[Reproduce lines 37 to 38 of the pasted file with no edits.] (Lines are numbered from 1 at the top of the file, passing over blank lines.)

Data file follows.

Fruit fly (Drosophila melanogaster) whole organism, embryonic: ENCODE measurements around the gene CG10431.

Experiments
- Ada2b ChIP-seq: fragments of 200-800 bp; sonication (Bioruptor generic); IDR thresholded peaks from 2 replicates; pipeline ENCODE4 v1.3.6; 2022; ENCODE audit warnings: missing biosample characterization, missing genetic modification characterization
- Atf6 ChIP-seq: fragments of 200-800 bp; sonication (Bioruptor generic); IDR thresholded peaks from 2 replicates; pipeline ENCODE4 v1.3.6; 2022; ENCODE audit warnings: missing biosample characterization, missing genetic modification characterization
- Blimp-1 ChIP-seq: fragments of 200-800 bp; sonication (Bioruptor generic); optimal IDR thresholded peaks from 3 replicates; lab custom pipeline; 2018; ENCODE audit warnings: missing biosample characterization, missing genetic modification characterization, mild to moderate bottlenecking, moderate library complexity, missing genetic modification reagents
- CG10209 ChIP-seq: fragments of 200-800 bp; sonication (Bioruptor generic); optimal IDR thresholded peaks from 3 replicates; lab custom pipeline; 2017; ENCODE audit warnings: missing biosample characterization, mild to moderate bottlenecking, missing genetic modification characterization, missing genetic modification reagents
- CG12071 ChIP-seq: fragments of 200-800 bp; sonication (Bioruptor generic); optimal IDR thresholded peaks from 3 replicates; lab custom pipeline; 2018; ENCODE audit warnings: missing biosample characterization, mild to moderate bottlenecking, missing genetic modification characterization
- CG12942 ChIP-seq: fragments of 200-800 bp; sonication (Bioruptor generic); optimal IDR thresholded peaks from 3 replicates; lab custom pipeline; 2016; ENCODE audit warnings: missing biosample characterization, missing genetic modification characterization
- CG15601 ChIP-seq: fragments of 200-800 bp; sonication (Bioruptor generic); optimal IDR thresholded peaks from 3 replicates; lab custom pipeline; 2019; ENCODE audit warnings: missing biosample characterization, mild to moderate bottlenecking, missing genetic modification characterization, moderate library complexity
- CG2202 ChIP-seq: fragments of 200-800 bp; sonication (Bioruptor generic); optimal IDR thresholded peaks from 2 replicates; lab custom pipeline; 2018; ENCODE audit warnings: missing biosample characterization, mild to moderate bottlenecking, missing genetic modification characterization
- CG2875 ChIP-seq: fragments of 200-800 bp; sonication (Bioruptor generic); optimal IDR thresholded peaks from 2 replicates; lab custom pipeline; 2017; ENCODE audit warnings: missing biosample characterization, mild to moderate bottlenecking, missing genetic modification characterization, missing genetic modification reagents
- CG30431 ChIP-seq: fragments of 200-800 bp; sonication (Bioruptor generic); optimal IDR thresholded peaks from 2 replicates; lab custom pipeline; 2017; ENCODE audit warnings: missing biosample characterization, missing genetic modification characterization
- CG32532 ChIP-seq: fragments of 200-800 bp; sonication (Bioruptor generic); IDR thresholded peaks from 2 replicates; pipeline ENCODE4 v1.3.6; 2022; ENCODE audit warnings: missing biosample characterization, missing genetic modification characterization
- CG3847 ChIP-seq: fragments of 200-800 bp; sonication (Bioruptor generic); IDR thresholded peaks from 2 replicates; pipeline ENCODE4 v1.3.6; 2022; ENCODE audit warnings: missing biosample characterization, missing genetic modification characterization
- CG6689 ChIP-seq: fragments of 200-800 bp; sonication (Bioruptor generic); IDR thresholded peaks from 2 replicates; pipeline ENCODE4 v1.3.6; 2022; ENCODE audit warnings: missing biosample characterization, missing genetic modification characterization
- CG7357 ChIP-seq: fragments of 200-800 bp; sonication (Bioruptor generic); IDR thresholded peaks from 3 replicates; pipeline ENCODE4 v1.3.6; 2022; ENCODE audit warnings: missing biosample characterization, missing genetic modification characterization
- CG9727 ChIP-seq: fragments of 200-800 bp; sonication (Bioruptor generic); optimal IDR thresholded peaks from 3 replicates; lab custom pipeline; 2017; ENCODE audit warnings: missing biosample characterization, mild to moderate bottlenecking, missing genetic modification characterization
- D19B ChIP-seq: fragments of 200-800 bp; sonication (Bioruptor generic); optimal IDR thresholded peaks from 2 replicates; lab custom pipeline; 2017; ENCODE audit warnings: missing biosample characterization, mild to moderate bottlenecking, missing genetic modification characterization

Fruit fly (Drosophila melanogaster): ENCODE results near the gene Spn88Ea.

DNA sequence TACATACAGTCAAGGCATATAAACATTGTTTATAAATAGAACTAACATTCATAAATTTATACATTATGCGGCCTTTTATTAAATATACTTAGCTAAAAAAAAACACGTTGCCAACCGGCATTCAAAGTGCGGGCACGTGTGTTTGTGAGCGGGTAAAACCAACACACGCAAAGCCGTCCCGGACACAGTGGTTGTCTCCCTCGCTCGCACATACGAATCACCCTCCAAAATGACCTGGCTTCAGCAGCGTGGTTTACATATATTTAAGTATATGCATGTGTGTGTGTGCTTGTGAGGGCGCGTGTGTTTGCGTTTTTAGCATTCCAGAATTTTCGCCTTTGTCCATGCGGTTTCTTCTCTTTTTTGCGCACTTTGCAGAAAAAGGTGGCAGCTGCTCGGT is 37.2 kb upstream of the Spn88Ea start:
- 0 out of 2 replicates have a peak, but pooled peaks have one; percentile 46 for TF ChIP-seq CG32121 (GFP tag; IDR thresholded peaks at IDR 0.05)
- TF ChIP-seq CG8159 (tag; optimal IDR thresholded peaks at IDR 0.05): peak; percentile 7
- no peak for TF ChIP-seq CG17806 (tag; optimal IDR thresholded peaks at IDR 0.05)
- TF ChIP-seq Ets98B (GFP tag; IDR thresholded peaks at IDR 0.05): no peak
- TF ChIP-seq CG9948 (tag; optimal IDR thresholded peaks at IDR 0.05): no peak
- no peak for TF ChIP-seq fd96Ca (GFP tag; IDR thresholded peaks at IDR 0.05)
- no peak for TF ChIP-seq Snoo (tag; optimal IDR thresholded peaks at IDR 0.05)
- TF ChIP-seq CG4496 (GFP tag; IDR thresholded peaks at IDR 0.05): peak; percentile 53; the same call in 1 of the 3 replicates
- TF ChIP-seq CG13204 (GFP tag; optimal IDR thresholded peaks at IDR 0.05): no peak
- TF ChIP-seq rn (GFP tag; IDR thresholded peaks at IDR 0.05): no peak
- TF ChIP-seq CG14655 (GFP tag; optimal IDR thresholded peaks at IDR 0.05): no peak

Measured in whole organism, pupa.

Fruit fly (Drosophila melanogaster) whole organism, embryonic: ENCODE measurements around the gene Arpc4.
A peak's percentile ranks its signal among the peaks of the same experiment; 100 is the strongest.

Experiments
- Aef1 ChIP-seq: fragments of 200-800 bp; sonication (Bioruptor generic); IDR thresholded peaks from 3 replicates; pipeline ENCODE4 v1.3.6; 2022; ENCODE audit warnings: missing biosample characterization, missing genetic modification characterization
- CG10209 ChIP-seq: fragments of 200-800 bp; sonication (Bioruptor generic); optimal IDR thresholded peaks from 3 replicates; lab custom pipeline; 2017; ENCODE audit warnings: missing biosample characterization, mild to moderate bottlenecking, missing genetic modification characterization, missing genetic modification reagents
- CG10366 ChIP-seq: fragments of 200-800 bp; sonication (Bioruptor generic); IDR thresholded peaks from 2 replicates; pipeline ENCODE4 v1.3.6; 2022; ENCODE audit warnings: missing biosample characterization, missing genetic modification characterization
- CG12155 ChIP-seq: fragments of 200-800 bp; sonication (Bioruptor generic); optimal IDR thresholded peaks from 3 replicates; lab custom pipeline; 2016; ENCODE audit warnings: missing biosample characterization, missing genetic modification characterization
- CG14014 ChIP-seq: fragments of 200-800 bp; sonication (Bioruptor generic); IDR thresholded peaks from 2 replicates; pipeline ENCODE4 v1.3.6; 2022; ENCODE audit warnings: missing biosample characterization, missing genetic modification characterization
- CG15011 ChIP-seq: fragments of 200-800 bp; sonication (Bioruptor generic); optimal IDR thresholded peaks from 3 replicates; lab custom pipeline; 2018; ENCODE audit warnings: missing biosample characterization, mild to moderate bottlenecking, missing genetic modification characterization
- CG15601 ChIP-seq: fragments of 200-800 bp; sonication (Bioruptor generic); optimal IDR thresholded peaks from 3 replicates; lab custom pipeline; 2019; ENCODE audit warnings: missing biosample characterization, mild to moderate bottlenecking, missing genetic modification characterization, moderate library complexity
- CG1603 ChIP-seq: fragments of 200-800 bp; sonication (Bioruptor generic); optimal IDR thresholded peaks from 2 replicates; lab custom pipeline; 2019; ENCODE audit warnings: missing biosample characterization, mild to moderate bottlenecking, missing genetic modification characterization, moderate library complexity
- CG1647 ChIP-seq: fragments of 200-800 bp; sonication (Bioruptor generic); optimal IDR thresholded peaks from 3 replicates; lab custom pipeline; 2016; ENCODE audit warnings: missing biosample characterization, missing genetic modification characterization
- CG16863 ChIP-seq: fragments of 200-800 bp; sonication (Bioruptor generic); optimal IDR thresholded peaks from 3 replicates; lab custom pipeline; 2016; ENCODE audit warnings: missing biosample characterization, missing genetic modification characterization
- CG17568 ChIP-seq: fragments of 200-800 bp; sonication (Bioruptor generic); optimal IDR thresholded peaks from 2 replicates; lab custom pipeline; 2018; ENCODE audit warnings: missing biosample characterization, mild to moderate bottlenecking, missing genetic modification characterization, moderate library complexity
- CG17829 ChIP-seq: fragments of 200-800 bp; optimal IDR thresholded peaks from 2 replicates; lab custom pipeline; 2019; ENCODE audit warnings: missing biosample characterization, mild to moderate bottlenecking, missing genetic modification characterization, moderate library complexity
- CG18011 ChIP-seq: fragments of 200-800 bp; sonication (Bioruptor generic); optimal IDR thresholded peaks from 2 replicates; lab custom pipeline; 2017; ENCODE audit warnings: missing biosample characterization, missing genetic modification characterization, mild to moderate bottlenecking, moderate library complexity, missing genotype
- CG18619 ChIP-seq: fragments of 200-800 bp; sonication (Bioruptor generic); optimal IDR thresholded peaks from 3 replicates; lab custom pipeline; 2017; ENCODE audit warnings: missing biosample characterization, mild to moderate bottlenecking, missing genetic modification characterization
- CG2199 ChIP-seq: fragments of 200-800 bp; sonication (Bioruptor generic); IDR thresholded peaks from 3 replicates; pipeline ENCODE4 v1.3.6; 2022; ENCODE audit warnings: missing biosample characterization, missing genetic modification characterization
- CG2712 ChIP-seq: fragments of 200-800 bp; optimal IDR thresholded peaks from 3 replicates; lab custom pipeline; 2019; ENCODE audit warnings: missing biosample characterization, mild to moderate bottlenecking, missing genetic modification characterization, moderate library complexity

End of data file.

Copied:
- CG10209 ChIP-seq: fragments of 200-800 bp; sonication (Bioruptor generic); optimal IDR thresholded peaks from 3 replicates; lab custom pipeline; 2017; ENCODE audit warnings: missing biosample characterization, mild to moderate bottlenecking, missing genetic modification characterization, missing genetic modification reagents
- CG10366 ChIP-seq: fragments of 200-800 bp; sonication (Bioruptor generic); IDR thresholded peaks from 2 replicates; pipeline ENCODE4 v1.3.6; 2022; ENCODE audit warnings: missing biosample characterization, missing genetic modification characterization